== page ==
Seanad debates

Wednesday, 11 March 2009

6:00 pm

Photo of Rónán MullenRónán Mullen (Independent)

I welcome the Minister of State, Deputy Finneran, to the House and I commend my colleague, Senator O'Toole, on tabling this motion. I recall my own words in my maiden speech on my first day in the Seanad in which I expressed my hope that at the next election, I would not have the embarrassment of meeting graduates whose degrees were as good as mine but who were not in a position to vote for either university panel because of an outdated system of election. The Minister is to be commended on appearing to be ready finally to bring this issue to a head and to introduce the necessary reform. He has stated he will introduce legislation before the end of the year and that the next Seanad election will involve the election by a wider constituency of university graduates of the six Senators to be elected from the university panels.

I commend the work that has been done by various people over the years in bringing forward this issue. I commend the work of Graduate Equality, which was founded by a former Member of this House, Mr. Seán O'Connor, who worked very hard on this issue. I also wish Mr. Colm Hamrogue well, from whom all Members have heard recently, and who is newly responsible for Graduate Equality. I am sure they will be highly satisfied by the Minister's announcement this evening, and rightly so.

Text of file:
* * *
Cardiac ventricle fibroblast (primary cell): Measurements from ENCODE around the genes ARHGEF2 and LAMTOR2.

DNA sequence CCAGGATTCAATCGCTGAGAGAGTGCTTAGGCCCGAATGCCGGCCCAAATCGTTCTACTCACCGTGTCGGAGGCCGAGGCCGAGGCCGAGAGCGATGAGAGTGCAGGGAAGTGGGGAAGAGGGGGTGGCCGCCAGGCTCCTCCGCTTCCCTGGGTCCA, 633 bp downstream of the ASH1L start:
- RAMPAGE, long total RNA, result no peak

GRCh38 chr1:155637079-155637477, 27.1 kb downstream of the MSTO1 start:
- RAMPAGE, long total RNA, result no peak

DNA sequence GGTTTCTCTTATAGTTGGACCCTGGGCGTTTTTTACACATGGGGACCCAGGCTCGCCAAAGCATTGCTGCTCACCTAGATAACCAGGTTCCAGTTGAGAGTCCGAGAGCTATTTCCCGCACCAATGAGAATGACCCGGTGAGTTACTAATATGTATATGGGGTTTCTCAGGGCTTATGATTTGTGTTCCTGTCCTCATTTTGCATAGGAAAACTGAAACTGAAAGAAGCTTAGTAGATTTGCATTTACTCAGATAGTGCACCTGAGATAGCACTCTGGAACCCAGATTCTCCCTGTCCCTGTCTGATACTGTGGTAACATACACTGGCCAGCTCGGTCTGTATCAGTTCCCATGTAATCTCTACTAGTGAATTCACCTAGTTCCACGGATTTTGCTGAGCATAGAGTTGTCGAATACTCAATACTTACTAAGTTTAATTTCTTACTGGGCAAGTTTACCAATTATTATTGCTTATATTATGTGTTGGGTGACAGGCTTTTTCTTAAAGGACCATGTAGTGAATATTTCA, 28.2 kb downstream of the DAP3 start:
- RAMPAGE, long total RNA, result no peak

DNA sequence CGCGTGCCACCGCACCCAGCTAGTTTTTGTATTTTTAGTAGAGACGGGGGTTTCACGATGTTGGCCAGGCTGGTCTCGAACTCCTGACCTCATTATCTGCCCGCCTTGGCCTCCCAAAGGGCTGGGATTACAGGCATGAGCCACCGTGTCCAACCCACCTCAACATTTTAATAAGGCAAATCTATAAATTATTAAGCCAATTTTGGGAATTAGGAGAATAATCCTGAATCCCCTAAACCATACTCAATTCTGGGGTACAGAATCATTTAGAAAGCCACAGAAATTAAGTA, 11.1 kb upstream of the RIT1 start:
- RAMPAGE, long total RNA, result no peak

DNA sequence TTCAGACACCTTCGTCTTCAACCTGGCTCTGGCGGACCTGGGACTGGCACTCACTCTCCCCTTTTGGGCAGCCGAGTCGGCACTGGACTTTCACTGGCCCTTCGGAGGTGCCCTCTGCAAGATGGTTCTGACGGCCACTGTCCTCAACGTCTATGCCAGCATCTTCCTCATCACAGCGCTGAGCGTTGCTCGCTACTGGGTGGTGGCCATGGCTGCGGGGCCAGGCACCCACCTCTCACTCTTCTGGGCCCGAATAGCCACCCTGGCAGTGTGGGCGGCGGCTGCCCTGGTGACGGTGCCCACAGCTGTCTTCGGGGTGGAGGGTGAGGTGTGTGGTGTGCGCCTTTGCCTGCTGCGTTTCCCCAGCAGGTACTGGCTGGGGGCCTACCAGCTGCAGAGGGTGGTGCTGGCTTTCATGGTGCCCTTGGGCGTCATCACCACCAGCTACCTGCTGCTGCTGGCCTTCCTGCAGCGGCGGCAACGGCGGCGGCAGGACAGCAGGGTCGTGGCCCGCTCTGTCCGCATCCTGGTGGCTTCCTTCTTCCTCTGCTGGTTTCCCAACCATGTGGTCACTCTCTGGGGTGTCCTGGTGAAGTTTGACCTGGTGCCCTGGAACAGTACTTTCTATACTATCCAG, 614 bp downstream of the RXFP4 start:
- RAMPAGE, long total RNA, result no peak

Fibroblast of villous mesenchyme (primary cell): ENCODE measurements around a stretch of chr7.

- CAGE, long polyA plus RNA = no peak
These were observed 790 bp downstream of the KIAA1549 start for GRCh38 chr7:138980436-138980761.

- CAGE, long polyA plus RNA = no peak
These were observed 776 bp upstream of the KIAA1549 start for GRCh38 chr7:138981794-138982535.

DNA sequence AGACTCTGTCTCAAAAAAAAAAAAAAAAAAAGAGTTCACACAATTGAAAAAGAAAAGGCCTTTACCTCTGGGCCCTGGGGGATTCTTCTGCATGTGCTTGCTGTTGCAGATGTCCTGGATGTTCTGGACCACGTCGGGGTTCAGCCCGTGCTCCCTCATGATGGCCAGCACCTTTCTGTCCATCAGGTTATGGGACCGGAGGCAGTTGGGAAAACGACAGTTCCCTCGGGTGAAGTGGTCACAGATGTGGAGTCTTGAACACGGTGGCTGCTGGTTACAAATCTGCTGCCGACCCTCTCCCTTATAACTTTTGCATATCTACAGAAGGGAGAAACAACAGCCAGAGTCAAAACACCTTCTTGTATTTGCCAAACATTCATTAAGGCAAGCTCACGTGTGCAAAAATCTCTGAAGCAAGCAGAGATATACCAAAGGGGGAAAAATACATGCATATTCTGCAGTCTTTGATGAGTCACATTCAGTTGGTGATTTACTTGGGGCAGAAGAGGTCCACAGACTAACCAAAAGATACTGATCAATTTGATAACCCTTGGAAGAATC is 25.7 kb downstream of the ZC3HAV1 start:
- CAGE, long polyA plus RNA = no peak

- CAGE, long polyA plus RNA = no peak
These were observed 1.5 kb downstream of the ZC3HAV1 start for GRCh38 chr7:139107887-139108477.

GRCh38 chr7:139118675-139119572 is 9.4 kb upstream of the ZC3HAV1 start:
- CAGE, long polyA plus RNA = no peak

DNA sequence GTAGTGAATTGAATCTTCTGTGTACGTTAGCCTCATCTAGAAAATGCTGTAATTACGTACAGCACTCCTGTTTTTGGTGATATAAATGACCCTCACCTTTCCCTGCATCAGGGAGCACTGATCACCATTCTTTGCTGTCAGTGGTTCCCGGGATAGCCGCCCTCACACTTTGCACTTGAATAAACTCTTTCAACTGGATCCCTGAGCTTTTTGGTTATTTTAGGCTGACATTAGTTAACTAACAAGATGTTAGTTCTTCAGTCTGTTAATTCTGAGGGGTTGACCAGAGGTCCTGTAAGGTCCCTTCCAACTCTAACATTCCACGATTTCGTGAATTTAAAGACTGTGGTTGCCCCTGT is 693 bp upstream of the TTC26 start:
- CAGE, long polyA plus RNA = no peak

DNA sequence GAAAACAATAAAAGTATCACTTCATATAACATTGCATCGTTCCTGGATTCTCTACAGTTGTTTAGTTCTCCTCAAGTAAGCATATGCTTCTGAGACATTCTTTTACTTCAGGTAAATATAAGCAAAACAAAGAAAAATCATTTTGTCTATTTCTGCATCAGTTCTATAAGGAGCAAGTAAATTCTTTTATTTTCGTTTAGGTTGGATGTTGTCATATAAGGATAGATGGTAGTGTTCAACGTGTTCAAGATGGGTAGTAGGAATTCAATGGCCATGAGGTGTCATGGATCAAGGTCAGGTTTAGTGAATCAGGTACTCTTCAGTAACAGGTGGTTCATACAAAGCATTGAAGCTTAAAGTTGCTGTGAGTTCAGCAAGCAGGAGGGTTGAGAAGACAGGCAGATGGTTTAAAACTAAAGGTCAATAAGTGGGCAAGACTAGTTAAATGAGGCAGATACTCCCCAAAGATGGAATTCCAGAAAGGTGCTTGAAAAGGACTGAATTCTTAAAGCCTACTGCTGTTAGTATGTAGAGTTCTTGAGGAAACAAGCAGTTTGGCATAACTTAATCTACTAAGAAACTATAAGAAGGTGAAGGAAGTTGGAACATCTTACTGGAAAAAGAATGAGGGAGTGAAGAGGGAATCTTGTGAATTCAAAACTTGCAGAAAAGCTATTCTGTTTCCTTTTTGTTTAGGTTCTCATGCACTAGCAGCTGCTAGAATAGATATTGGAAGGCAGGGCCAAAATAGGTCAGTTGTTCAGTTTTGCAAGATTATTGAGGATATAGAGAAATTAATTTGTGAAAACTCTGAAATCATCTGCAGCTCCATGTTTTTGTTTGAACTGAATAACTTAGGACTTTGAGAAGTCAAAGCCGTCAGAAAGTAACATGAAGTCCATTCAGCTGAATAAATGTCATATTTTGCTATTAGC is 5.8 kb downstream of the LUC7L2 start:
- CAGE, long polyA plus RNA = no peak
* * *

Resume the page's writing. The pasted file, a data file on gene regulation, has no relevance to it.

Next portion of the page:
The motion tabled by Senator O'Toole looks to the need for a wider approach to reform and I share that view in respect of the reform of the other vocational panels elected by local authority members and so on. However, given the complexity of that issue, Members should not delay by a single day the necessary reform in respect of the graduate panels. The debate on Seanad reform must continue well beyond the debate about how university or third level graduates elect. While graduates of the institutes of technology, the University of Limerick and Dublin City University should participate as soon as possible, I seek further reform. I question, for example, the appointment of Senators by the Taoiseach which may offend against the spirit of the separation of powers. There should be a debate as to whether the President would be a more appropriate person to nominate people to the Seanad.


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